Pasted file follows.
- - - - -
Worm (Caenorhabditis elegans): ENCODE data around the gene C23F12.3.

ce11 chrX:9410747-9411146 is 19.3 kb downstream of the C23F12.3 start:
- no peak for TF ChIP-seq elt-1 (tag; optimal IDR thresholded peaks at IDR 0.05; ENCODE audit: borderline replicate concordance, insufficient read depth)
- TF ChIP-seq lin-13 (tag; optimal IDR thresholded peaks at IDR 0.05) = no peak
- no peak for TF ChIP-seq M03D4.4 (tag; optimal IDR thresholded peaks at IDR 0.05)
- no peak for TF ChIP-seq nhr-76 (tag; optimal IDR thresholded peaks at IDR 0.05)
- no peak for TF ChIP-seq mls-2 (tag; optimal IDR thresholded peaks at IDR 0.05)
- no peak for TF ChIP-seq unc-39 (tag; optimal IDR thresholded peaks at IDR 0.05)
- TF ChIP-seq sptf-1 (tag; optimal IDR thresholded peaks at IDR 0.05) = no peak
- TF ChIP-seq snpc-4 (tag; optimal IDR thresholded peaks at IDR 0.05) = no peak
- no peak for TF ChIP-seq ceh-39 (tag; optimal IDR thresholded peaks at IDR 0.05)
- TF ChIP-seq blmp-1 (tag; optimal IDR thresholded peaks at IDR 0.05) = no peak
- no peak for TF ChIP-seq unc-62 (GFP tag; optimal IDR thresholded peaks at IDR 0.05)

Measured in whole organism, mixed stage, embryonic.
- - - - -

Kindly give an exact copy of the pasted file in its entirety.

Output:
Worm (Caenorhabditis elegans): ENCODE data around the gene C23F12.3.

ce11 chrX:9410747-9411146 is 19.3 kb downstream of the C23F12.3 start:
- no peak for TF ChIP-seq elt-1 (tag; optimal IDR thresholded peaks at IDR 0.05; ENCODE audit: borderline replicate concordance, insufficient read depth)
- TF ChIP-seq lin-13 (tag; optimal IDR thresholded peaks at IDR 0.05) = no peak
- no peak for TF ChIP-seq M03D4.4 (tag; optimal IDR thresholded peaks at IDR 0.05)
- no peak for TF ChIP-seq nhr-76 (tag; optimal IDR thresholded peaks at IDR 0.05)
- no peak for TF ChIP-seq mls-2 (tag; optimal IDR thresholded peaks at IDR 0.05)
- no peak for TF ChIP-seq unc-39 (tag; optimal IDR thresholded peaks at IDR 0.05)
- TF ChIP-seq sptf-1 (tag; optimal IDR thresholded peaks at IDR 0.05) = no peak
- TF ChIP-seq snpc-4 (tag; optimal IDR thresholded peaks at IDR 0.05) = no peak
- no peak for TF ChIP-seq ceh-39 (tag; optimal IDR thresholded peaks at IDR 0.05)
- TF ChIP-seq blmp-1 (tag; optimal IDR thresholded peaks at IDR 0.05) = no peak
- no peak for TF ChIP-seq unc-62 (GFP tag; optimal IDR thresholded peaks at IDR 0.05)

Measured in whole organism, mixed stage, embryonic.